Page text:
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We Need a Superhero

November 3, 2008
Noah and Diana
Noah with snoopy shirt

 

Halloween fell on a Friday night, capping a month of Friday night frights. It was a month featuring a falling stock market amidst worldwide economic turmoil when banks wouldn’t lend and the government decided to borrow billions to get them lending again. It was a month that saw GM and Chrysler shrink even closer to bankruptcy, desperately hoping to get a government loan so that GM would buy Chrysler and shrink its workforce even more. It was a month of preparation for an historic election dividing the country.

Halloween in Detroit was unseasonably warm and a pleasant diversion to the real frights in the world. It was a parade of little creatures in masks walking in the light of pre-daylight-savings and ending the night in darkness.

No fear in the world can prepare a parent for the fate of a little boy facing the dreaded disease of cancer. A few hours before Halloween began, Noah’s mother got the phone call she dreaded.

Noah’s cancer had spread. The doctors had found “many new lesions throughout the right arm and leg and one in his skull.”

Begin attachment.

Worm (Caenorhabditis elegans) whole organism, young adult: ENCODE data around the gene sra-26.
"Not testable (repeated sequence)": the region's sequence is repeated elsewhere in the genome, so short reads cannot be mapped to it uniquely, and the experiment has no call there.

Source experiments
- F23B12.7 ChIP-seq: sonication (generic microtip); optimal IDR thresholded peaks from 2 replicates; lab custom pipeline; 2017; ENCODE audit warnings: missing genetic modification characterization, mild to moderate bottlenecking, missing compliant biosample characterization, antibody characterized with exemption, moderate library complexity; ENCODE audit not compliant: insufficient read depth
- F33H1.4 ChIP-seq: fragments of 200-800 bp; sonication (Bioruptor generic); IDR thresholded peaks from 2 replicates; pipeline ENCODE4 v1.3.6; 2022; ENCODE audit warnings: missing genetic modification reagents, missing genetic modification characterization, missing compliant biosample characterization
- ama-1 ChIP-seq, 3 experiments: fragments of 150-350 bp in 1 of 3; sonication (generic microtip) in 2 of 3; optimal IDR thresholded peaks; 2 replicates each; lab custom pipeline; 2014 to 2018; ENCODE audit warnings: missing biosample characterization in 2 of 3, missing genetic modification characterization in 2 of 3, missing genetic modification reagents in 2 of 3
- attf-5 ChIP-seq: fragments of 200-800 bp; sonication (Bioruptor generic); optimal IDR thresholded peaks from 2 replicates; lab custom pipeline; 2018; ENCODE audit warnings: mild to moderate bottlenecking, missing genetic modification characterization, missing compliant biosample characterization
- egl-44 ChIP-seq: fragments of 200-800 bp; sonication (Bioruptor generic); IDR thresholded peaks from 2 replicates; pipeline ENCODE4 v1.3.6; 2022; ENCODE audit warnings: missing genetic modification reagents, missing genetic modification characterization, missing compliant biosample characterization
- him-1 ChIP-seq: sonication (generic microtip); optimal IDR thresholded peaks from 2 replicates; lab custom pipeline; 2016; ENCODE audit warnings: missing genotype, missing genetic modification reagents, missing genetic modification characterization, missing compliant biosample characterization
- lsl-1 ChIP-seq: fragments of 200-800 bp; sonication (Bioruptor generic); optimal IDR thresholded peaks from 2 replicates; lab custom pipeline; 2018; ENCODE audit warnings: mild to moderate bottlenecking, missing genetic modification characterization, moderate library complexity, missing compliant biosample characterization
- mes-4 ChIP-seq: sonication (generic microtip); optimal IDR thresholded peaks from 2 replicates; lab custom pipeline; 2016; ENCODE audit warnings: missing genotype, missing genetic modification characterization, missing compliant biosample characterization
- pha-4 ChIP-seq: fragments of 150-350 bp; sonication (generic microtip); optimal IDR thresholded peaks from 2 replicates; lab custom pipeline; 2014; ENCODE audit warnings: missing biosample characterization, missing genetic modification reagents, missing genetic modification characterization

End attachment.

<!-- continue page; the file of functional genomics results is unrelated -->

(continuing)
Diana wrote in her Carepages blog that “the chemo and drug did absolutely nothing—didn’t even slow it down. We have removed him from this trial.” The MIGB radiation therapy that looked promising had a backlog of waiting kids, meaning Noah was to wait for treatment for many weeks.

Until then, the strategy is an aggressive chemo treatment of Topotecan and Cytoxin, followed by Neupogen shots to help the white blood cells. The MIBG radiation therapy scheduled hopefully by the end of the year shoots radioactive isotopes into Noah’s body. For at least five days, he will have to be in complete isolation followed by more intense chemo.

A little boy facing such harsh treatment and such long odds seems inhuman and cruel. There is no superhero who can slay such devastation. But a terrifying phone call could not stop Noah’s mother from dressing him up in his Spiderman outfit and going trick and treating with him on Friday. And nothing could stop a mother from taking Noah to the zoo on a warm November Monday.

We can only hope that the subconscious wish for a boy to be superhuman can help his immunity, making him impervious to the blasts of radioactive isotopes and chemotherapy.

We need a superhero who can save a child. We need another miracle.

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